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BIRD OF THE MONTH!

January 2017 Bird Of Month
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Common Goldeneye

The male Common Goldeneye adds a bright note to winter days with its radiant amber eye, glistening green-black head, and crisp black-and-white body and wings. The female has a chocolate brown head with the same bright eye that gives this species its name. These distinctively shaped, large-headed ducks dive for their food, eating mostly aquatic invertebrates and fish. They nest in tree cavities in the boreal forest of Canada and Alaska; look for them on large rivers, lakes, and Atlantic, Pacific, and Gulf coasts in winter. Common Goldeneyes are compact, fast-flying ducks that reach speeds of over 40 miles an hour. In flight their wings make a distinctive whistling noise. Found locally in winter on the Missouri River and places like Snyder’s Bend and Brown’s Lake if there are open waters.

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Loess Hills Audubon Society meets at the Dorothy Pecaut Nature Center, 4500 Sioux River Road the first Thursday of the month during the months of October thru May at 7:30 P.M. The first meeting of the year is the annual potluck at Stone Lodge in Stone State Park at 6:00 P.M.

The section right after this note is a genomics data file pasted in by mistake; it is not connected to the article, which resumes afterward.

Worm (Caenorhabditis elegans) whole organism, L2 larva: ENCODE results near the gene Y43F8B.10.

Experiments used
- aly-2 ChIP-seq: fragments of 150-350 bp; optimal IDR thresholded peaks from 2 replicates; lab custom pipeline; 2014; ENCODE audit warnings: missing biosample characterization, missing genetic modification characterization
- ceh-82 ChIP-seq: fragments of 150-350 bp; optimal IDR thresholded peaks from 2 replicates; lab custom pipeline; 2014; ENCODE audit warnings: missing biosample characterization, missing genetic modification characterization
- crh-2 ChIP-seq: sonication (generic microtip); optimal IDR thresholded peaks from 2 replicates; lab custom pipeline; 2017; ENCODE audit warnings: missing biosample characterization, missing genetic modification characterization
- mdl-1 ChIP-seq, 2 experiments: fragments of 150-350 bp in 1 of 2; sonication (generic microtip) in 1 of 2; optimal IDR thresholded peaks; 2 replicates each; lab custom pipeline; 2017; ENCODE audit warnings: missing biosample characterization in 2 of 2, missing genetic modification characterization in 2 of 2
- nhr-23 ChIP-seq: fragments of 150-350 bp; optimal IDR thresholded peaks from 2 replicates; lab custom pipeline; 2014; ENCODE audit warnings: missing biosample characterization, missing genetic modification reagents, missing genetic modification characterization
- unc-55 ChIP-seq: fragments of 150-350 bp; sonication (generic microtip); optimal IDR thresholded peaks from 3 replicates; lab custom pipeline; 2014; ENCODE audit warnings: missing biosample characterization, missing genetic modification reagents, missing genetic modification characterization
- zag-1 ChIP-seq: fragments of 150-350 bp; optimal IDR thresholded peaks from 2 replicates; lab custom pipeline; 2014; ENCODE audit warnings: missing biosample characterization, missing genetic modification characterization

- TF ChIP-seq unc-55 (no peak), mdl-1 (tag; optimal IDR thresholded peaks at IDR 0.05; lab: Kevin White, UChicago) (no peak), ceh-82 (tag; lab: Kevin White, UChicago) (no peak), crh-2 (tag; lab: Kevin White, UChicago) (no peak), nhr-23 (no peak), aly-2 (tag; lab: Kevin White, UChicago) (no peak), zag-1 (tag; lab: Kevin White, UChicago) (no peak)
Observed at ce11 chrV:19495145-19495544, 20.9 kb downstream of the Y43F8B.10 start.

Each of these meetings includes a quality program of various subjects. The public is invited and welcome to attend these meetings. Check the Meetings Page for information on upcoming programs.

Birding outings occur monthly. The public is invited and welcome to attend these outings. Check the Outings Page for information on upcoming outings.

Loess Hills Audubon Society
PO Box 5133
Sioux City, IA 51102
http://lhas.tripod.com/
 
 

Mission Statement

The Loess Hills Audubon Society exists to educate individuals and the general public, to enjoy and promote birding, to support ornithology, and to be an advocate for wild areas and environmental issues.

 

"Loess Hills Audubon Society is a Chapter of National Audubon Society, Inc."

Last Month's Bird Of The Month

December 2016 Bird Of Month
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Gray Partridge

Because of its popularity as a game bird in Europe, the Gray Partridge was brought to North America as early as the 1790s, although it was not really established here until later. It has been most successful on the northern prairies, where it often does very well in farm country. Gray Partridges live in flocks, or coveys, at most times of year. Even where they are common, they often go unseen as they forage in the tall grass. Gray Partridge hens produce some of the largest clutches of any bird species. Clutch size can range up to 22 eggs, and averages 16 to 18. Eats seeds from a wide variety of plants, including many grasses and weeds, also waste grain from crops such as wheat, oats, corn, and sunflower. In winter, may burrow into snow to reach seeds on ground. Permanent Iowa resident, rarely seen locally (covey of 9 east of Owego 11-25-16).